My baby blanket, croched by my Great Aunt Hazel. October 2012.

Remember my Great Aunt Hazel? In addition to the quilt, she made my favorite baby blanket: An oatmeal-colored rectangle with little tassels at the two short ends.

I didn't carry my baby blanket everywhere, mainly because I took it once to day care (or "Mother's Day Out"--I'm not sure about the difference) and a tassel got slightly extended on the play equipment. The blanket was too prized for the world at large to just mess up. So I kept it home. (I was a very particular child.)

Aside: You're wondering, aren't you? Yes, I still have the baby blanket. The picture above is contemporary to this post. In addition, I have my childhood teddy bear and assorted other blankets I made into "nests" at bedtime.

Here's the thing: Most baby blankets are binkies, right? A child carries her binky everywhere she goes for comfort and self-soothing. But I didn't take my blanket around with me. So it wasn't my binky.

My binky? A book.

By a certain point in kidhood, I always carried something to read. I took books on car trips, into restaurants, and over to houses mom and dad dragged us to visit. At a given point, once the pleasantries or meal was over, I could escape into my book.

Another aside: Sometimes I pine for the age at which it wasn't rude to read during lengthy dinners or group visits or family gatherings.

Books still serve as my binkies.

I have a very difficult time leaving the house without a book or magazine. I tell people--and myself--that it's insurance against getting there early and the person I'm meeting getting there late. Or what if I get stuck somewhere? (Where? I have no idea.) I'll need a book!

Living in England and using public transportation encouraged this habit. Trains and buses are wonderful reading spots. Here in Houston, though, there are fewer situations where carrying a book makes sense.

Sometimes I catch myself with a book under my arm when I'm leaving for work in the mornings. Recently, I took a book to a bar to meet friends. I didn't realize I carried it until a friend pointed it out, teasing me about bringing something to read. "Did you think we’d be that boring?" (Oops.)

For many people today, cell phones are binkies. They carry them everywhere--not just when they leave their homes and offices, but around their homes and offices.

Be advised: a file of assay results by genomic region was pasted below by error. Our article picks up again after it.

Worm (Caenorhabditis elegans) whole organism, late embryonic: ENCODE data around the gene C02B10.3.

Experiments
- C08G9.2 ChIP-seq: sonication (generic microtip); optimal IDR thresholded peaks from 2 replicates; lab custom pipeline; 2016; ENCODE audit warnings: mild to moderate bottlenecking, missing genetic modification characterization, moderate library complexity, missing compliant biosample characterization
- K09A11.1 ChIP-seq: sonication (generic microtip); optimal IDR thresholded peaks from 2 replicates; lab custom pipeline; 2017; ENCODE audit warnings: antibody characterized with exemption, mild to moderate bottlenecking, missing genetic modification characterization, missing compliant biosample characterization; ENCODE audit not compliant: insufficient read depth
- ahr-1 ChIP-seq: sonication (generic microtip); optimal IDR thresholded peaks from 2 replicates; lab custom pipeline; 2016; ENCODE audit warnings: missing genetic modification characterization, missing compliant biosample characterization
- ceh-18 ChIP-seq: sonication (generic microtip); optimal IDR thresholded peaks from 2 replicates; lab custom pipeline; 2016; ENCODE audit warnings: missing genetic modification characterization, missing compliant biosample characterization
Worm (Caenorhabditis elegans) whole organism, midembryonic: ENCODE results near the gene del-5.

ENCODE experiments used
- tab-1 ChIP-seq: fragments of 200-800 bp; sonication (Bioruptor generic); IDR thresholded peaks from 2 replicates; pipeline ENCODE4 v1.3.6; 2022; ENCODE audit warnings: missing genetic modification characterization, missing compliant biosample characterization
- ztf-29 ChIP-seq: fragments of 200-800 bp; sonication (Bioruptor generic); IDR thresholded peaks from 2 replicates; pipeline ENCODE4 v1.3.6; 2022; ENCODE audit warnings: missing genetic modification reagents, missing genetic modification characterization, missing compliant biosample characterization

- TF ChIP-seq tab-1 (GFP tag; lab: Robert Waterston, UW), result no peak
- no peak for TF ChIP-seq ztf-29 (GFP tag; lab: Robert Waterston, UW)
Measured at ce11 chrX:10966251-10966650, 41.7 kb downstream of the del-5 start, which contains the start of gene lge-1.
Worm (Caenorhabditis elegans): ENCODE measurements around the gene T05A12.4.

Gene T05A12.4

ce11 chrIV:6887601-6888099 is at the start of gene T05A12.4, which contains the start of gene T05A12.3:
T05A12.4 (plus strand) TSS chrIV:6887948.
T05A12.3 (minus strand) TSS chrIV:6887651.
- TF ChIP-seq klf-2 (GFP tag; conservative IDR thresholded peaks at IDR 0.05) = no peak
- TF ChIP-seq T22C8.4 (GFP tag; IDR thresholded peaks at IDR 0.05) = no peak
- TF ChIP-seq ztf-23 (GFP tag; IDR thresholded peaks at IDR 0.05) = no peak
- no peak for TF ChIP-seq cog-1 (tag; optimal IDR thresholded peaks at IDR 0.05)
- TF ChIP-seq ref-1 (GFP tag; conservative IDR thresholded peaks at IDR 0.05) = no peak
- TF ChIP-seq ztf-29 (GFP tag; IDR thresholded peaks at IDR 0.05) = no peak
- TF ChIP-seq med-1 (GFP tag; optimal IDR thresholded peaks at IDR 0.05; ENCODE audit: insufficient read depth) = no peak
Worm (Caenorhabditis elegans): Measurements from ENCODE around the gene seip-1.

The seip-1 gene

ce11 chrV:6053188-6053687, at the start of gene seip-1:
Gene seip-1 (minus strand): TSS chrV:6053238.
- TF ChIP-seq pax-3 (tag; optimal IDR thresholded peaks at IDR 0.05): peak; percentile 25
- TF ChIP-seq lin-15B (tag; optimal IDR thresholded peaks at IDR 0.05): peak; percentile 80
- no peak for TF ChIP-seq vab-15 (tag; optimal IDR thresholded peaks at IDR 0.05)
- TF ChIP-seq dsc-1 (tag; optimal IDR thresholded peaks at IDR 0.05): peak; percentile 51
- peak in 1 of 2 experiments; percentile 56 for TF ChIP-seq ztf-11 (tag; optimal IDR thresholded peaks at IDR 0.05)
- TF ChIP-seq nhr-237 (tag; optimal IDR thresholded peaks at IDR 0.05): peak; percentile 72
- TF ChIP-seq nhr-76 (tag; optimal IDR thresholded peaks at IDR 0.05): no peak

I'd rather have a book.

What’s your binky?

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Reader Comments (4)

Firstly, a confession. I glanced at the title and I misread "Bikinies". I looked down at the blanket and thought "that's a very odd looking bikini".

I don't remember much from that early in my childhood. I do recall I had a sock monkey instead of a teddy bear. At the time I was struck by the fact the other kids had teddy bears and I had a sock monkey and felt slightly ostracized.

If the purpose of a binky is to provide comfort then I suppose various items that I have owned qualify. A Kennedy Half Dollar in high school, a key chain that I have carried for the past four cars, an old t-shirt that I refused to give up until it pretty much disintegrated from too many years of overuse.

As to cell phones I suppose they were previously a binky. Older model cell phones were not that useful apart from being phones. You carried that cell phone around "just in case something happened". Smartphones now provide so many useful features that they have become utilitarian rather just a comfort item to carry around.

October 15, 2012 | Unregistered CommenterWilliam Pora

I do think cell phones--even the smart ones--are still binkies in the traditional sense for some people, William. I know some people who carry them around their houses and who even take them to the bathroom! That's not a matter of usefulness--that's a security blanket.

But it's true that I hadn't thought of them as possibly disqualifying on binky status due to the usefulness factor. That's a good point. For many people who only take them where they might be handy, they may not qualify as binkies.

The sock-monkey-instead-of-teddy-bear story, though, is super darling.

October 15, 2012 | Registered CommenterLeslie Farnsworth

I always carry my Kindle in my purse throughout the week for that reason. You never know when you'll be lunching along. On the weekend, I carry a smaller purse and don't take my Kindle but I do have the app on my phone so I can read my book there as well. I am simply never anywhere early (I'm always late, can I blame it on being Hispanic? LOL), I hardly ever eat alone anymore and I simply don't get the chance to read as much as I'd like.

Oh - and that is what made me fall in love with my Kindle. I actually read more than I used to because it is so slim that I can now always have a book on me. When it was an actual printed book, it often didn't fit easily in my purse (I hate carrying huge bags). Another plus? If I finish a book, I can simply download another one within seconds, even if I am in the middle of lunch or in a park. Also, I sync my Kindle with the app on my phone & the one on my iPad so I always have my books with me.

January 6, 2013 | Unregistered Commentercybertoad

Too funny, Elaine! One of the reasons I typically get places early is that I do have a book, so I don't worry about getting there too early and being bored!

I still haven't gone for the e-reader deal yet... I'm still too attached to the bound-paper experience.

January 7, 2013 | Registered CommenterLeslie Farnsworth

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